Monday, April 30, 2018

Tinkering Tuesday #1 "An almost great idea."

In American history, strike that in the parts of American history that interest me, there have been a couple of things that were good but not quite great and sadly never caught on.
  • The F-20 Tigershark. Designed by Chuck Yeager and relegated to being gutted and hung in a museum/used for cannon fodder in half remembered Mack Maloney novels (no relation)
  • The Remington 600/6mm Remington. A Scout Rifle from back when Colonel Cooper was still shooting a SAA with one hand. 
  • And finally, the topic of today's Tinkering Tuesday: the .357 Sig    
So, we, as members of the gun culture, all know that the .357 Magnum throwing a 125 grain JHP or SJSP is going to end a fight yesterday. And make the bad guy's momma go to Church and repent for her sins, too. Well, at least S&W's ad copy said so. But, we also know, that in the 80s bad guys armed with wonder nines and hopped up on dope were out gunning Officer Friendly and his six shooter. Or at least, the FBI said so after Miami.  Well, S&W once again came to the rescue, sorta kinda.

The FBI adopted the 10mm cartridge in the 1076, and it was awesome. Well, at least to Tom Clancy. To Special Agent Suzy the white collar financial investigation specialist, it was a lot of gun. And to be fair, it's a lot of gun for anybody. And they were heavy. And with heavy, for real "man stopping" loads, the guns had short service lives. Granted it was the 80s, and everyone was saving money by not buying socks, you still couldn't be buying the guys in HRT new pistols every quarter. And thus was born the fortay. *insert eye roll and teen angst I still have yet to resolve here*

Now, as all of this was going, there was a culture shift of epic proportions, I mean we're talking cave man figuring out the war club here, as American cops ditched the stalwarts of Hartfield, Springfield, and Prescott in favor of plastic crap from Austria via Smryna. The days of the .357 Magnum as a police issued cartridge look numbered. And yet, from the barren wintry plains of Exeter and Anoka came this new fangled bottle necked little round that purported to hit just as hard as the vaunted old magnum but yet was based that gosh forsaken .40 short and weak round so you could shove it in one of them double stacked clips for a bottom feeder. Thus was born the .357 Sig. Okay, if you haven't picked up on it now, I'm a bit of a gun hipster. I like odd ball calibers in guns that have been long since discontinued. If I have was a cowboy, you can bet my Colt would have been in .38-40.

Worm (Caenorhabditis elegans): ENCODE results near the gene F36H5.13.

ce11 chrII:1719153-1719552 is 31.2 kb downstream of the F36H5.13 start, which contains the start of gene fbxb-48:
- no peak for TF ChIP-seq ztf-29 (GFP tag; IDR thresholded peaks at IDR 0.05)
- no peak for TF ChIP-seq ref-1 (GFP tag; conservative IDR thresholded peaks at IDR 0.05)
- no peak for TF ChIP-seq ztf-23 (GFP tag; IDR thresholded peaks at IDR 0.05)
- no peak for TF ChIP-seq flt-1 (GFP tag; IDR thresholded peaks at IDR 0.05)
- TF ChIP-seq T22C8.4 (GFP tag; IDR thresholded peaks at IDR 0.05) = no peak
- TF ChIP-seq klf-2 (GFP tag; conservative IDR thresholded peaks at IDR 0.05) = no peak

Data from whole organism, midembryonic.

I got a hella good deal on used German made P-226 at the shop a week or two back. My plan was to have a .357 Sig barrel already in it by now and post lots of cool pics from the indoor range where it would generate a nice fire ball. And then the garage door went out. So, yeah. That's where I'm at with that project currently. But, until the next pay period with tinkering funds allocated, enjoy a cheesy gun on desk picture.